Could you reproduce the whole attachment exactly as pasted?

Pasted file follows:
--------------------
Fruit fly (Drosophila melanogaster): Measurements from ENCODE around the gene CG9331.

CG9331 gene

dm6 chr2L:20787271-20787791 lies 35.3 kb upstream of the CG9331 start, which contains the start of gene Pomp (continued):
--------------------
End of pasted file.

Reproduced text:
Fruit fly (Drosophila melanogaster): Measurements from ENCODE around the gene CG9331.

CG9331 gene

dm6 chr2L:20787271-20787791 lies 35.3 kb upstream of the CG9331 start, which contains the start of gene Pomp (continued):